Our holding units in Korea were adequate in capacity, physical facilities and equipment, but I was never particularly proud of the caliber of their professional work. The screening and rescreening of patients, interim medical care and nursing-even in the simple arts of bedding down and feeding the litter patients-left a great deal to be desired. There is nothing wrong with the "system" that requires that this be so. On-the-job training, repeated indoctrination of personnel, and continued interest and supervision by nursing and surgical consultants will take care of it in time.

Allocation and Use of Evacuation Facilities in Korea

Our allocation of ambulance companies in Korea was about half what was required. I make this blunt statement with confidence that I can support it both on theoretical and practical grounds. I will mention it further in my later discussion on Evacuation and Specialty Centers. But you may ask now: How can it be said that we had only half enough when we obviously did well enough with what we had? We were able to operate an admirable evacuation service only as a result of the following special blessings:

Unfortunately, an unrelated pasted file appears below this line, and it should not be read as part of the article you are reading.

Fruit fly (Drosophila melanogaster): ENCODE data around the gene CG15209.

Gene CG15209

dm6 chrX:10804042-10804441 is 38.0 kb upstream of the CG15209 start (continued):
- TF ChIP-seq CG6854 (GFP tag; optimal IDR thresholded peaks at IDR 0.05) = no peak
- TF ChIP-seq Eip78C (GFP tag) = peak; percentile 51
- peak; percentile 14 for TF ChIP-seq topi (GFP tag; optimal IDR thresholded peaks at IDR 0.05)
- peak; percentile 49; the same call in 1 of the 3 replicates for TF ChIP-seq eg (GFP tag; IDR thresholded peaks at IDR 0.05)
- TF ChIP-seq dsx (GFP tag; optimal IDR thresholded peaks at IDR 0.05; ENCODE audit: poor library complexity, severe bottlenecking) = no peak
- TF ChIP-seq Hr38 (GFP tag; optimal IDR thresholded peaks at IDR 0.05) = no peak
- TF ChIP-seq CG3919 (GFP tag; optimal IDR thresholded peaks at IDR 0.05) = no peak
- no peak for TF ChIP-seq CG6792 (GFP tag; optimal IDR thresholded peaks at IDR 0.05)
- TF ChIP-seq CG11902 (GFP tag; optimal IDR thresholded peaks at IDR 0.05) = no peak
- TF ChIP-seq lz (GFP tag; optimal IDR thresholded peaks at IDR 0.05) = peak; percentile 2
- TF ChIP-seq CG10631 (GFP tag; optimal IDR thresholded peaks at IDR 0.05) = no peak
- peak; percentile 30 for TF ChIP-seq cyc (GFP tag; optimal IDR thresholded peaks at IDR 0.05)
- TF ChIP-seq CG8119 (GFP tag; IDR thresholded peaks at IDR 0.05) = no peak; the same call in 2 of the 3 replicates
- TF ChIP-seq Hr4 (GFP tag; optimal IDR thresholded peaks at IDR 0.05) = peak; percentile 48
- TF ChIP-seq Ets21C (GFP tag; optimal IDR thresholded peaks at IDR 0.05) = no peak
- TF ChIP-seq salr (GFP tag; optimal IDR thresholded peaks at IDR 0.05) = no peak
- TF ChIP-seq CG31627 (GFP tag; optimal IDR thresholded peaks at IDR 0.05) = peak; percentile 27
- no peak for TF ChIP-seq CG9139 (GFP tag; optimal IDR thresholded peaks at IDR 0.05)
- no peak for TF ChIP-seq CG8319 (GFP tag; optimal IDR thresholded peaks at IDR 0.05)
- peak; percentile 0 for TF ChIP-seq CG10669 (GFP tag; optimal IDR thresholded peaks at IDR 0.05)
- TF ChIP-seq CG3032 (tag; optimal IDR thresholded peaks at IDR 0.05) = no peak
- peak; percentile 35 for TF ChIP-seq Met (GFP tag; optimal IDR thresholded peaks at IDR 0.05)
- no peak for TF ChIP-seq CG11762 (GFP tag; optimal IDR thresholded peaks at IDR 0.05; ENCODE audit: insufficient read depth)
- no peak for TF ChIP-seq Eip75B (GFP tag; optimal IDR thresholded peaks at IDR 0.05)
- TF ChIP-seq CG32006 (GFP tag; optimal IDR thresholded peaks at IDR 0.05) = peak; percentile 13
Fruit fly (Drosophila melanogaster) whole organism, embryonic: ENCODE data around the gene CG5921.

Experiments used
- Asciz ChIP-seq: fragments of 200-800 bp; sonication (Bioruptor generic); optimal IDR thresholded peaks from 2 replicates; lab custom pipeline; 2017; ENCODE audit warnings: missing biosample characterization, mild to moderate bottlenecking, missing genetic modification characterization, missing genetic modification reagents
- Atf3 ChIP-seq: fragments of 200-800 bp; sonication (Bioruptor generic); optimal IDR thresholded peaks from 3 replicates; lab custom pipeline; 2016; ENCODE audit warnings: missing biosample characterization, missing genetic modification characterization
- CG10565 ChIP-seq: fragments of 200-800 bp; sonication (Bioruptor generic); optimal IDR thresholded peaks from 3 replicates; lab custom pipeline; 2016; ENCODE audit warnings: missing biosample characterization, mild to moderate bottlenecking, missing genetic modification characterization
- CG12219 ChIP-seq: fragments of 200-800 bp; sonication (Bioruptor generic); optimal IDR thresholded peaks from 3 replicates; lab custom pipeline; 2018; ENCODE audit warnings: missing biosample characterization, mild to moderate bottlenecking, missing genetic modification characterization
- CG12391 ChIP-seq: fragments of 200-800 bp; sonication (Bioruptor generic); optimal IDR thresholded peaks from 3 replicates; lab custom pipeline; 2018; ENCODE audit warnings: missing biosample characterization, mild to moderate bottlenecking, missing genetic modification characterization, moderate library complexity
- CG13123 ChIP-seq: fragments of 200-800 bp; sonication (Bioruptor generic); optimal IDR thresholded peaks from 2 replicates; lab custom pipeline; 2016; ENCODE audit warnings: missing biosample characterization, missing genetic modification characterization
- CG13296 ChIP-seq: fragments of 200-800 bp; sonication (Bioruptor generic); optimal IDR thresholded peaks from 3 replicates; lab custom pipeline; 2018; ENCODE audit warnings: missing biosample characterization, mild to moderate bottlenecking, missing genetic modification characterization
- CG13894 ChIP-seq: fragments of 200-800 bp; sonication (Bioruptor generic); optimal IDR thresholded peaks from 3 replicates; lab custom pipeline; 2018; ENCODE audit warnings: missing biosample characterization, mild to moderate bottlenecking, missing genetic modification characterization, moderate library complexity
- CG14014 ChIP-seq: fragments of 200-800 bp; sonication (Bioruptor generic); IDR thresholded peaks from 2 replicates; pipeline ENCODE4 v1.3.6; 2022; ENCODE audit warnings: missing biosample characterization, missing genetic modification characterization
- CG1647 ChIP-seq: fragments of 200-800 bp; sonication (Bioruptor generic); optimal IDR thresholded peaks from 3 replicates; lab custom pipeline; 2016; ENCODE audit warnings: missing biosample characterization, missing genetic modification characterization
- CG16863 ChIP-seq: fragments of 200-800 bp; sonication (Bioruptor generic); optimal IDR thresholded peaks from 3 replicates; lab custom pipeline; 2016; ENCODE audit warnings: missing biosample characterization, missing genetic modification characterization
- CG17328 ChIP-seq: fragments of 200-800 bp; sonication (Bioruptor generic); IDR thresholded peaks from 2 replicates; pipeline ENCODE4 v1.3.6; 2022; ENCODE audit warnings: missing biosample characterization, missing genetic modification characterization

1. The availability of common carrier (rail and air) transportation in the forward position of the combat zone.

2. The low average casualty incidence during most of the war.

3. The courtesy of the Communist air force, and our faith in the ability of the United States Air Force to maintain air superiority.

In the eastern half of the front, evacuation was principally by air. The forward rail network was wholly lacking. A single-track line ran up from the south to a point just over the combat zone boundary and angled over to connect with the main western line at Seoul. In the forward portion of the combat zone there were four major valleys or plains, each with an airfield located not more than 11/2 to 2 hours away from the usual location of division clearing stations and surgical